The third, Sara Anderson, is the one whom I've been reading for the longest time. Her blog, f-words, gets its name from some of the topics she writes on -- food, fact, fiction, and feminism, all of which I have positive feelings of different kinds towards. I've always found her writing completely wonderful. It's not a flashy kind of wonderful -- it's the subtle kind of wonderful where she writes a sentence that balances five different thoughts to get a complicated issue exactly right, and then she does that in the next sentence, and the next one, and the one after that, and at the end you're just nodding and going 'Yeah' because that's exactly what needed to be said. I'm overjoyed that we have her, and you can see her latest post at the new blog here.
This Has Been The Most Awesome Thing Ever
It's been an awesome two and a half years guestblogging for Ezra. I've never stopped appreciating the awesomeness of being able to write for an audience of thousands, and I have him to thank both for the long and wonderful opportunity he's given me in the past, and for setting me up to do so on a new and awesome blog in the future.
Even the most politically significant philosophers usually don't have much of an impact before they die, and I'm blessed to be an exception to that rule. I wish Ezra all the best in his future endeavors, and I expect my already-great pride in having been associated with him to grow even greater as he moves on to bigger and better things.
December 08, 2007
So Long; Fare Well
By Deborah Newell Tornello
I cannot let the evening close without thanking you for your support and wishing you every success in your already-brilliant career. It has been an honor, as well as a great pleasure, to write for your site.
Oscar Wilde said that "journalism is unreadable and literature is not read", but I believe that between the two, there is a little-known middle ground upon which a lucky few can find balanced footing--that it's possible to draw inspiration and even fuel from each discipline. Thus the informative becomes artful; the esoteric, nourishing.
And people tend to read it. As they have here, and as they will continue to do at TAPPED.
On behalf of my family, all of whom are now Hardball watchers on Thursdays, I send a hearty congratulations and a heartfelt and loud Bravo.
It's not exactly groundbreaking, but Michael Lewis' piece in Portfolio magazine is fairly impressive when you consider that he and the magazine are basically arguing that a decent chunk of their readership is full of crap. The odds of you or your stockbroker or your money manager "beating" the market are pretty much zero, as Lewis explains, which is why index funds are such a safe bet.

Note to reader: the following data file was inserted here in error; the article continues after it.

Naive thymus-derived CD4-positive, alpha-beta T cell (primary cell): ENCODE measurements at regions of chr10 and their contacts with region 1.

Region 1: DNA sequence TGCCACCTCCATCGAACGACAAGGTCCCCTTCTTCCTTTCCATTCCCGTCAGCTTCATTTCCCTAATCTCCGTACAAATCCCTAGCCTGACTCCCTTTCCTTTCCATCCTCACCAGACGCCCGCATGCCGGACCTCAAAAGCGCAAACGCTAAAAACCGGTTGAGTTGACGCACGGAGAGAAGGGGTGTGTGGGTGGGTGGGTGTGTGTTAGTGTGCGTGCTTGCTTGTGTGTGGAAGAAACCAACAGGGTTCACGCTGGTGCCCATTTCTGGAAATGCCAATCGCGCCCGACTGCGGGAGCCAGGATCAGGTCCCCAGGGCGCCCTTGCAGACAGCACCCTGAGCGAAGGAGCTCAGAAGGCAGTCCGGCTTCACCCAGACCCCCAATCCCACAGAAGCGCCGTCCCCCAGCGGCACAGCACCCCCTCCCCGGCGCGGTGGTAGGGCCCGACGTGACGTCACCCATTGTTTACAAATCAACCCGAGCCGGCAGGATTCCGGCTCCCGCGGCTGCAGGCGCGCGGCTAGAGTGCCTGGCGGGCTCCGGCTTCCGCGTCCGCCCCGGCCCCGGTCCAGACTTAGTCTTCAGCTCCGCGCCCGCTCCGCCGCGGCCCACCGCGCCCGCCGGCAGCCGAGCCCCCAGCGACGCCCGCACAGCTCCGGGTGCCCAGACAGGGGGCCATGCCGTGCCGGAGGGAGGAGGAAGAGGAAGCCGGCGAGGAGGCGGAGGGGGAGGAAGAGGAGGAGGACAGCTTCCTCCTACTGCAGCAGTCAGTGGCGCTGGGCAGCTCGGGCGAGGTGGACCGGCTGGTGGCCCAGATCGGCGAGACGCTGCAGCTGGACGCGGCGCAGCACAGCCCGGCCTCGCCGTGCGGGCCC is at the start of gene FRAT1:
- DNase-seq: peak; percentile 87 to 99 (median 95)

So what is going on with all this investment advice in magazines and on cable? Eugene Fama, one of the key proponents of the efficient markets hypothesis, and Weston Wellington, a principal at a firm that purchases what are more or less index funds, have some pretty compelling explanations:
"You can tell a story every day about stocks," [Fama] concludes. "That’s what the media are all about. They tell a story every day about today’s stock returns. It’s businessman’s pornography."
[Wellington] punctuates the porn show with some general lessons. One is that the financial press isn't in the business of supplying useful information; it’s in the business of feeding people’s lust for predictions. "You keep buying the magazine regardless of how the forecasts turn out," Wellington says, "and they’ll keep supplying the forecasts."
That strikes me as basically correct, at least as applied to magazines (like SmartMoney) and shows (like MadMoney) that are in the business of providing people with investment advice as opposed to straight-up financial news. A lot of the folks behind these things are in the precarious position of having to dress things up -- convincing us that they have some unique insights -- so as not to quickly render themselves obsolete. This whole sector of the media is essentially a gigantic hype machine, perpetuating what is basically a myth -- out of incompetence, self-interest, self-delusion, or some combination of the three.
Saturday night at the movies
(Posted by John.)
So the girlfriend and I went to go see The Golden Compass tonight. There's a bit of weird layering here, as my fears about The Golden Compass being made in to a movie was one of the reasons I started blogging almost exactly three years ago today. Seriously. (Yes, George Bush had just been re-elected, but what really made me want to spill pixels was fears of an emasculated film based on a children's book. Priorities, people!)
And then there's the big move to Cogitamus, weirdly also happening at the same time. Obviously, I'm excited to keep blogging with such quality writers, and immensely grateful to Ezra for the opportunity he's given me. Not that you'll need it Ezra, but best of luck.